The best way is to create a sorted list of possible values, and then shuffle it. Shuffleing algorithms can be found on Google.

Quote:

Originally Posted by laserlight
I have been told that a good random shuffle algorithm is not that trivial to come up with (i.e., it is easy to get it wrong, if you want good random properties), and the C standard library does not have it implemented (though the C++ standard library does have one).

Really? Seems pretty strait forward to me. I guess you can't go wrong with Java's algorithm.
• 01-17-2008
esbo
I think you need to use srand and seed it with the curent time or something like that.
Here is something similar I found.

Code:

``` /*********************************************************************  *  * Purpose: Demonstrate the 'srand' and 'rand' functions  * Author:  M.J. Leslie.  * Date:    11=Nov-94  *  *********************************************************************/ #include <time.h> #include <stdlib.h> main() {   int rolls=4;                                         /* This looks DISCUSTING!                                         * time returns a different value                                         * on every execution. And so                                         * changes the value passed to                                         * srand. See CAST                                         * for an explanation of                                         * (unsigned int) and (time_t)        */   srand((unsigned int)time((time_t *)NULL));                                         /* Roll the dice.                */   while(rolls--)   {     printf("Dice value is %d\n", (rand()%6)+1);   } }```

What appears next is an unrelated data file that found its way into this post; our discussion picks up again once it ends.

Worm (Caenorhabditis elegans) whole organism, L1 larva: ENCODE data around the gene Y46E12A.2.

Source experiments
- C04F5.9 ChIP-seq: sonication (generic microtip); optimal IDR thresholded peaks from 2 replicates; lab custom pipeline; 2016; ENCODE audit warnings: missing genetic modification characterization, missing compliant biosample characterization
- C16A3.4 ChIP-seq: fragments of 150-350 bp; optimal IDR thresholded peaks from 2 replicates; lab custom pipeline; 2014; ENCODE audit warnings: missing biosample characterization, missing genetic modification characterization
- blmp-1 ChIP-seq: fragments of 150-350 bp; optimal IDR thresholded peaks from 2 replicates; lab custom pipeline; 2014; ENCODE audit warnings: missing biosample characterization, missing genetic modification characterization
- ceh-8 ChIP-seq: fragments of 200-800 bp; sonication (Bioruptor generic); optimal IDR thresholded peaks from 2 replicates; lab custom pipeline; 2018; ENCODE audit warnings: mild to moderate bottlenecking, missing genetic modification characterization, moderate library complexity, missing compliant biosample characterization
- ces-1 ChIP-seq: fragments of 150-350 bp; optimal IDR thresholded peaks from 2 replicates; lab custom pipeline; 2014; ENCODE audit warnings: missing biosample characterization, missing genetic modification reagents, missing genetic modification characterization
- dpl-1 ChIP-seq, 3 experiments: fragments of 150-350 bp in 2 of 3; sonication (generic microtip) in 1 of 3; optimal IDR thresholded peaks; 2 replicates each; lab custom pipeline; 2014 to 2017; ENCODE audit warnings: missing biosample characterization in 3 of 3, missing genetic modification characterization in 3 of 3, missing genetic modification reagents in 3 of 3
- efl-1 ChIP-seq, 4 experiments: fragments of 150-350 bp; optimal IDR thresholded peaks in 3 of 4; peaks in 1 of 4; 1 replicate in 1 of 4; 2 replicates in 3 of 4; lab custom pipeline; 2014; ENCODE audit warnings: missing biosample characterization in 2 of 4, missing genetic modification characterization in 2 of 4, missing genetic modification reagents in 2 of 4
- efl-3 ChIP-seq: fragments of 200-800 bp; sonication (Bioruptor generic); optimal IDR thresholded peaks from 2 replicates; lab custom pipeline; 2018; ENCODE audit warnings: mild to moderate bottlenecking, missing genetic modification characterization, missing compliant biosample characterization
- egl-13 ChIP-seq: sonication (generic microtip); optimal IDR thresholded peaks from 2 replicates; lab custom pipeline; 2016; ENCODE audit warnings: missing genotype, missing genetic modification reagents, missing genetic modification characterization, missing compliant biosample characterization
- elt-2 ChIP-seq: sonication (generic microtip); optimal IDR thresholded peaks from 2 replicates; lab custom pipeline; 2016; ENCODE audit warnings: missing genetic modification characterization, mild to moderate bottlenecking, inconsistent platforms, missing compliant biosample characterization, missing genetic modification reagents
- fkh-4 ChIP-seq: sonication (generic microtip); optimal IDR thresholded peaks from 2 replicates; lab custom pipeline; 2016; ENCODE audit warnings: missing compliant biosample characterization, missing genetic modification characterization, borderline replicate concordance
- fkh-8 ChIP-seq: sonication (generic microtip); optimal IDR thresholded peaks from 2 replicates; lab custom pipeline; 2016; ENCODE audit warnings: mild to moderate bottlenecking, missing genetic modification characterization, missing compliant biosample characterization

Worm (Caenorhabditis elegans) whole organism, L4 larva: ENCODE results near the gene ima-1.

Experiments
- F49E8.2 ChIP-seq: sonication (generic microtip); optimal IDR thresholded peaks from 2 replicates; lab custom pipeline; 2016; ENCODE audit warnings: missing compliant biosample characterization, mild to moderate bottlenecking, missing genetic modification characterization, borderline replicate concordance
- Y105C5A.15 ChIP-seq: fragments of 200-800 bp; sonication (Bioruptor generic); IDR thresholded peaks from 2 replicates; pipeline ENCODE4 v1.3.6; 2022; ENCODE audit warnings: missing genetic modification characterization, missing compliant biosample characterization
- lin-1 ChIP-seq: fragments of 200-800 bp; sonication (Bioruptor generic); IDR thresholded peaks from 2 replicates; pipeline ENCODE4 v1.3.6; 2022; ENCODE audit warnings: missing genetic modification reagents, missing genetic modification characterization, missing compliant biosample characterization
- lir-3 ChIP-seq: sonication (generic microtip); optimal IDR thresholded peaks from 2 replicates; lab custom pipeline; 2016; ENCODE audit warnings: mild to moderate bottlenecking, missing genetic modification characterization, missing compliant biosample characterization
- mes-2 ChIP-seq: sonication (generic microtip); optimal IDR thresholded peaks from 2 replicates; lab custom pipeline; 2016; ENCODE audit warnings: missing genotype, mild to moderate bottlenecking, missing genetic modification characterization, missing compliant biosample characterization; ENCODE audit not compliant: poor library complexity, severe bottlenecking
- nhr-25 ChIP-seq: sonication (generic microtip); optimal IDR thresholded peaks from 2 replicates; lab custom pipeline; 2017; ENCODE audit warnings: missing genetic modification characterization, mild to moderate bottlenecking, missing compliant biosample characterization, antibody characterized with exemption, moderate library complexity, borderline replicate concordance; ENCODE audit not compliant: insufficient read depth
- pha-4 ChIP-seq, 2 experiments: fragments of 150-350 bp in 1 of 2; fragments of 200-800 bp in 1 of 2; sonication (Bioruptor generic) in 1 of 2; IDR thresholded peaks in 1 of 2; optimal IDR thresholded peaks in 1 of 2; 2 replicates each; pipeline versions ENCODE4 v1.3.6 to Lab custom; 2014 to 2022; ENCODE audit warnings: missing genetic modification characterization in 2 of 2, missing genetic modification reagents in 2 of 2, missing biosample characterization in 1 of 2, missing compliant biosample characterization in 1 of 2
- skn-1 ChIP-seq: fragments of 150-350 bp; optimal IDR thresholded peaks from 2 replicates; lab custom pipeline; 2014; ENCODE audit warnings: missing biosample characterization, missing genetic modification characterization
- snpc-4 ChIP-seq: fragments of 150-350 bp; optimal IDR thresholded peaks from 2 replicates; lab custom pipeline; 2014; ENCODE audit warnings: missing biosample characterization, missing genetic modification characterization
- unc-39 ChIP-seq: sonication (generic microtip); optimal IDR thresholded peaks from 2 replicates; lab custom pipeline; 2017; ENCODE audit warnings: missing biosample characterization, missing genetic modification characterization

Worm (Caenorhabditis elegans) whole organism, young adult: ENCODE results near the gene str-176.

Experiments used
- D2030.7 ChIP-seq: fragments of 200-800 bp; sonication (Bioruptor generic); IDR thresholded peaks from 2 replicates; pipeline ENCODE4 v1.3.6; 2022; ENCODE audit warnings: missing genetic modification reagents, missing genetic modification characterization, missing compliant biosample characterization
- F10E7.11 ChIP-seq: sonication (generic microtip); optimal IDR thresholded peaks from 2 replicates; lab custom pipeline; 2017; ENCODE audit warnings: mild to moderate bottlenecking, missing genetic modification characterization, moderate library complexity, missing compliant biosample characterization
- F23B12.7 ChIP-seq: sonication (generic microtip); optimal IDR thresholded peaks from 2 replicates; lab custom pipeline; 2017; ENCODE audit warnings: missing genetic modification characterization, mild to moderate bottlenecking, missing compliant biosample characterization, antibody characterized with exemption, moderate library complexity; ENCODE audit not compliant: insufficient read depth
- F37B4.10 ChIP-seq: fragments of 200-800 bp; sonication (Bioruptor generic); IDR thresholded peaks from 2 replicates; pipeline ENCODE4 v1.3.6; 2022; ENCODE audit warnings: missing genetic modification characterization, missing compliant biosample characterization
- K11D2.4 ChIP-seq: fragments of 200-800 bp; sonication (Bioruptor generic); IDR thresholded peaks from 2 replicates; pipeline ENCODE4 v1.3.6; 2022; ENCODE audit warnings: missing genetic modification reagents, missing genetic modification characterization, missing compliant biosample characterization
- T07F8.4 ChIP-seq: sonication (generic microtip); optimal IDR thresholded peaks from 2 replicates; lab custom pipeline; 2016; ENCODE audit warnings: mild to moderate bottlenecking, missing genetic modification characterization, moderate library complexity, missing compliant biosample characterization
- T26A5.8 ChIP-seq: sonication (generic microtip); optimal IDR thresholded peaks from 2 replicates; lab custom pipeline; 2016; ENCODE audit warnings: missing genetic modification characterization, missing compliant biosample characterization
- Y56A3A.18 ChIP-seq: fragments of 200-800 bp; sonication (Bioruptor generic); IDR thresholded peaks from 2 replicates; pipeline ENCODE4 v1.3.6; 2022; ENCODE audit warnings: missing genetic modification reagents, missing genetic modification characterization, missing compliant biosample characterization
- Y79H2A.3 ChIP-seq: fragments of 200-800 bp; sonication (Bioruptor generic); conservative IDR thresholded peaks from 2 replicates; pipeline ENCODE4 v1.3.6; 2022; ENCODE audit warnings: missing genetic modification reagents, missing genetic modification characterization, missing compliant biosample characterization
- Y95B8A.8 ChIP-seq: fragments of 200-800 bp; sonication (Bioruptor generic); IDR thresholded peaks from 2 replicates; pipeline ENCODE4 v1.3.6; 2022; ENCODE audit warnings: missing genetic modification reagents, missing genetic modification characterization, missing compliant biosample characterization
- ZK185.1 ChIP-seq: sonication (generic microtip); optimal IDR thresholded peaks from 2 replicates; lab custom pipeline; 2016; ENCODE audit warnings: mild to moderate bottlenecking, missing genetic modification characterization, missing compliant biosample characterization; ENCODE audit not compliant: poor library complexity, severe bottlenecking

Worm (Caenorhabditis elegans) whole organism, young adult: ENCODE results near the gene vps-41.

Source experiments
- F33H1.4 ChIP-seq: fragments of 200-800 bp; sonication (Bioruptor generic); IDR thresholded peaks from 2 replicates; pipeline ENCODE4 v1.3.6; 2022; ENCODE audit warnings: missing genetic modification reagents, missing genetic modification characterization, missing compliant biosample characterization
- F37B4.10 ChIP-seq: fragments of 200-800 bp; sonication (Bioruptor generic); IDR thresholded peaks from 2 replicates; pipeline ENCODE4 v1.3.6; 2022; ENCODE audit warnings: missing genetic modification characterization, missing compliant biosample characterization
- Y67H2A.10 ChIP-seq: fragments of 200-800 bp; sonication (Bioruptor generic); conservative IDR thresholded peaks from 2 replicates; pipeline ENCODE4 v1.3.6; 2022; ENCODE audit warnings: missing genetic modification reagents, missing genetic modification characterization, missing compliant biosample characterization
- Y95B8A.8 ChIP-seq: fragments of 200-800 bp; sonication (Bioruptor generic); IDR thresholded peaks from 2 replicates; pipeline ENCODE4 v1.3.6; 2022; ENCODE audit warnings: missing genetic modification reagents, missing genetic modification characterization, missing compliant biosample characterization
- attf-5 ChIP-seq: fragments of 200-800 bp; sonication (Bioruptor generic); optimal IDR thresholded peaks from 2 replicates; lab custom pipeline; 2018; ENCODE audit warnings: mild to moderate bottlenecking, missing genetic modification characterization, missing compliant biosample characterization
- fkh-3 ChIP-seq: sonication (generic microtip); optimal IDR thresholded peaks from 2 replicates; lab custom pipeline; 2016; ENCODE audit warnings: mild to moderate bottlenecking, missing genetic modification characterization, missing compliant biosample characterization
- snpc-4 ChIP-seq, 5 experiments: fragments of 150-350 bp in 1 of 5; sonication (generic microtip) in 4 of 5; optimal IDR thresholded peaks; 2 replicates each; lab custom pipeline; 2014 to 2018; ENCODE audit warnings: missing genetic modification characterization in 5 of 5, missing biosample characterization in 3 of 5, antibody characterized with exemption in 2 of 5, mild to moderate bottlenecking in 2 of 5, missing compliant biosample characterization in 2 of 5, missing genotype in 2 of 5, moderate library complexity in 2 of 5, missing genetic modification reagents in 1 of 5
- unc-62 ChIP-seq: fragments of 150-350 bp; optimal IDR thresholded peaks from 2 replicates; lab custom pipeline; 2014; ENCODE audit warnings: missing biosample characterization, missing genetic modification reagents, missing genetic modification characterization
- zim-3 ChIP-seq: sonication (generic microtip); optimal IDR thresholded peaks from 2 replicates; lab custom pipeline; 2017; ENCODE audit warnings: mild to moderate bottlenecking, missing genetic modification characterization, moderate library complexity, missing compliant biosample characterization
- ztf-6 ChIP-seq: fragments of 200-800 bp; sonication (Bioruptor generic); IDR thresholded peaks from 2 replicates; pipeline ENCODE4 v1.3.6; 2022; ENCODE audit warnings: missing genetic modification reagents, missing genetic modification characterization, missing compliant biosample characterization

• 01-17-2008
tabstop
Quote:

Originally Posted by King Mir
Don't do this. It's a horrible
algorithm. I complexity is just horrible.

After re-reading, I agree. I hadn't quite grasped that you were always using all the numbers, which means waiting for the RNG to give you the last number you need is a fool's game. Shuffle.
• 01-17-2008
laserlight
Quote:

Really? Seems pretty strait forward to me. I guess you can't go wrong with Java's algorithm.
Well, "trivial" is relative. It is trivial if you are in the know, but if you are not, then having to come up with a good algorithm and prove that its properties are suitable may not be so trivial. As I recall from an article, programmers have screwed this up when programming gambling games, even though such algorithms have been published (by Knuth?) years earlier.

Quote:

I think you need to use srand and seed it with the curent time or something like that.
Yes, though for the "something like that", I suggest reading Prelude's article on Using rand().
• 01-18-2008